(Originally posted on Amazon October 30, 2005)
All for Jesus, is an important defining piece for a movement that stretches back to the late 19th century.
The Christian and Missionary Alliance was never intended to be a denomination. A.B. Simpson made it very clear that he believed that the Kingdom did not need another denomination, what was needed was a cross-denominational movement that focused on Foreign Missions cooperatively. Around this movement grew many independent Churches who wanted some form of central organization.
The Missions Movement was the Missionary Alliance. The organization of Independent Churches was the Christian Alliance. They were intended to be separate and maintain the cross-denominational, almost inter-denominational flavor of the foreign missions movement.
Over time the C&MA did indeed become more and more of a denomination tied to an emphasis on foreign missions. Despite the fact that it began more and more to walk like a duck, quack like a duck and go remarkably well with orange sauce, the views of the founder remained woven in the hierarchy and so the duck was kept in the closet …. but newspapers were spread and corn meal slipped under the door regularly to keep the duck healthy.
The duck came out of its closet in the 1970′s. The C&MA was ready to admit what it was functioning as for years; namely a denomination. Any good denomination ought to have a history, and this book, All for Jesus was the result.
It is a good work with a very good narrative through the years of the wonderful accomplishments through the C&MA. Good pictures and illustrations will be found.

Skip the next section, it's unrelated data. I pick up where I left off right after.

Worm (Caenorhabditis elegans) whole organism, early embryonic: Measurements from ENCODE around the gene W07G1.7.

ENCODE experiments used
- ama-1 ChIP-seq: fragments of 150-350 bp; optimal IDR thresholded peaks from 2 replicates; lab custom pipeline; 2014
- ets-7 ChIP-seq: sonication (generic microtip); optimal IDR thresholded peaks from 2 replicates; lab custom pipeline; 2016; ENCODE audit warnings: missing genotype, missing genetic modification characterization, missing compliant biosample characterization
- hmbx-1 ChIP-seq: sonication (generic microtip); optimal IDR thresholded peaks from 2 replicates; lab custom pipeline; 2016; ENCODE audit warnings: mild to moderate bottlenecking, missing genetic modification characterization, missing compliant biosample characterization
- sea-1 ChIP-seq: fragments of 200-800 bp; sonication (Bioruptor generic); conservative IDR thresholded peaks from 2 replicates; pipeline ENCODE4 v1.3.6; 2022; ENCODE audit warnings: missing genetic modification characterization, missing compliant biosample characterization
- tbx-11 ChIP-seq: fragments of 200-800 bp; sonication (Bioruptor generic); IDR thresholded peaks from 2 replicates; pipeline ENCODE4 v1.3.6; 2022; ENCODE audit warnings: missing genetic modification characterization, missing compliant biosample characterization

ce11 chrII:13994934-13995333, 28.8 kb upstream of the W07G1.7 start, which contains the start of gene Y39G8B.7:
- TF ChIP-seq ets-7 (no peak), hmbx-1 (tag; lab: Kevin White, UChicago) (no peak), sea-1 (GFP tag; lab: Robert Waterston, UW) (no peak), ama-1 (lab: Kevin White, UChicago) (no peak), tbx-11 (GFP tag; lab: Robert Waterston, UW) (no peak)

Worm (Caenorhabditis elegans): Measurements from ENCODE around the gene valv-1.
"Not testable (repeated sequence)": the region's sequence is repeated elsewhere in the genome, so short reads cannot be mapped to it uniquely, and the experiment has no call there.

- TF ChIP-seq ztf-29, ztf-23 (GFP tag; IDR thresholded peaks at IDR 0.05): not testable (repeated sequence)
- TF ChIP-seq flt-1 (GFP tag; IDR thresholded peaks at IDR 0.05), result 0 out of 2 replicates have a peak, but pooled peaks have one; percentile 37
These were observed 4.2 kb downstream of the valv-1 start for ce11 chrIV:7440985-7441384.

The C&MA often struggles compared to other denominations for a sense of identity. Typically that identity includes unique doctrinal emphasis or a specific focus or purpose organizationally.
Doctrinally, the distinctive of the C&MA is the four-fold Gospel or Christ as Savior, Sanctifier, Healer and Coming King. Unfortunately the emphasis of Christ as Healer and Sanctifier has diminished greatly over the years and the 4-Legged table upon which the C&MA once rested has 2 short legs and wobbles quite a bit. This has been true since the 1930′s when a large exodus of C&MA people and Churches went over to the Assemblies of God. In recoil against that movement, the C&MA now claims to be neutral to that which smacks of the Charismatic. In practice, those elements of healing and sanctification that were part of the C&MA heritage are not really highly present anymore and to the extent that they are, they are a shadow of what they once were.
The C&MA has thrown in it’s lot to a great extent with the Church Growth movement out of Fuller Seminary and sought for growth without always clearly defining what their distinctives are.
All For Jesus helps to fill this vacuum with a very well laid out history of Missionary work and the spread of the denomination oversees which has all but eclipsed the growth of the mother church back in North America.
If the C&MA has any one predominant identifying factor, it is the emphasis on Foreign Missions.
This is an excellent work and worth reading for anyone associated with the C&MA or indeed just in the general evangelical community who wants to see and understand the roots of foreign missions.
The C&MA still remains at a crossroads as it continues to figure out who they are and where they are going. Knowing where they’ve been is essential to this process. I wish them well and I recommend this book as an excellent resource for many.